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The Adventures of Mr. Neat in Disaster Town

Mess doesn’t just bother me; it torments me. The homework piles scream for attention. The discarded laundry taunts and teases. The breakfast dishes just laugh. At times, it’s tough to hear myself think at home — which may explain why my office looks like it does.

I was straightening my cubicle when a coworker who I hardly know came over and said, “You’re funny. I see you always organizing your desk. You must have a chaotic house.”

This was our first conversation beyond “Good morning,” so I had no idea how to respond. All I could come up with was, “Um, I guess so.”

While I found my colleague’s approach blunt and presumptuous, I was also stunned by its accuracy. She has no way of knowing I have four young kids, three of whom have diagnosed attention deficit disorder (ADHD or ADD). She has no clue that these kids can trash a room much faster than I can declutter it. Yet even a stranger could read my desperate need for organization — it is that obvious.

[“I’m Not His Maid!”]

I thought about her observation until the end of the day, when I got in my car to go home. Before starting the engine, I took a moment to scan the floor for stray gum wrappers or leaves. Then it occurred to me: maybe I’m preoccupied with cleanliness and order more than I thought.

“You’ve always been like this,” Laurie said when I got home and relayed the story to her. “You used to be a lot worse.” We are in the kitchen having this conversation, and while she’s cooking dinner and talking to me, I’m trying to focus. There are backpacks with homework spilled out everywhere. Shoes are scattered in every room. The kitchen table is covered with breakfast plates. The sink is filled with pots and pans.

“You aren’t listening to me because you’re distracted by the mess,” she says at last.

I chuckle. “I’m trying.”

[Free Resource: Sample Schedules for Reliable Family Routines]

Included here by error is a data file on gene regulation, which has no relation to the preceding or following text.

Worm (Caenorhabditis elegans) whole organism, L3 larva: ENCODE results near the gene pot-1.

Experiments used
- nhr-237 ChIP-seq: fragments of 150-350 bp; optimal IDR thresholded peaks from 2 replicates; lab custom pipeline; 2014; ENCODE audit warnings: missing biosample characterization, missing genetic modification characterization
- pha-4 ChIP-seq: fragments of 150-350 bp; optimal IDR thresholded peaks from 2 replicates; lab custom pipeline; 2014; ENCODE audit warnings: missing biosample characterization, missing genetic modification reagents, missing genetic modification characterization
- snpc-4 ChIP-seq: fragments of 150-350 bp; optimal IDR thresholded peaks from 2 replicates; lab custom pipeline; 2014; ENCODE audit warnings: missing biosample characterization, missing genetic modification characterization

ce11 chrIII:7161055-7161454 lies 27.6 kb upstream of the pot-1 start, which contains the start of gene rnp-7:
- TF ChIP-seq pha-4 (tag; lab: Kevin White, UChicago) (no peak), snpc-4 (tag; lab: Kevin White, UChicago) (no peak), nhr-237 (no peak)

“We have four kids,” she continues. “The house is never gonna stay clean for long unless we’re constantly harping on them to clean up. And I don’t want to be like that. They need to respect the house and their belongings, but we also need to let them be kids.”

I know she’s right, and I really am trying to take my need for order down a few notches. I remember when Laurie and I were first married. She would walk in the door and fling her flip flops in every direction, and they’d stay there until either she left again or I lost my mind. “It’s not that hard to put them in the closet,” I would say.

“I know,” she would reply. She learned to blow off my little hissy fits, and found ways to amuse herself by tormenting me. “They’ll get put away in a minute.”

She knew dang well I wouldn’t wait that long. I’d tell myself I was not going to lose THIS round of chicken, but after at most a minute I’d get up and put them away. Then I’d come back in the room and see her grinning at me. “See I told you they’d get put away.”

[How Chores Can Improve ADHD Behavior]

“Hardy har,” I’d say.

Don’t get me wrong: My wife is a fantastic wife, mom, and homemaker. But if spouses typically marry their opposites, then I definitely married the messy one. So, while the house might be cluttered with the evidence of four children, my car and my office are a fortress of solitude where every pen and paper sits exactly where it belongs and, when I’m having a bad day, I can find some order and calm in a package of Clorox wipes.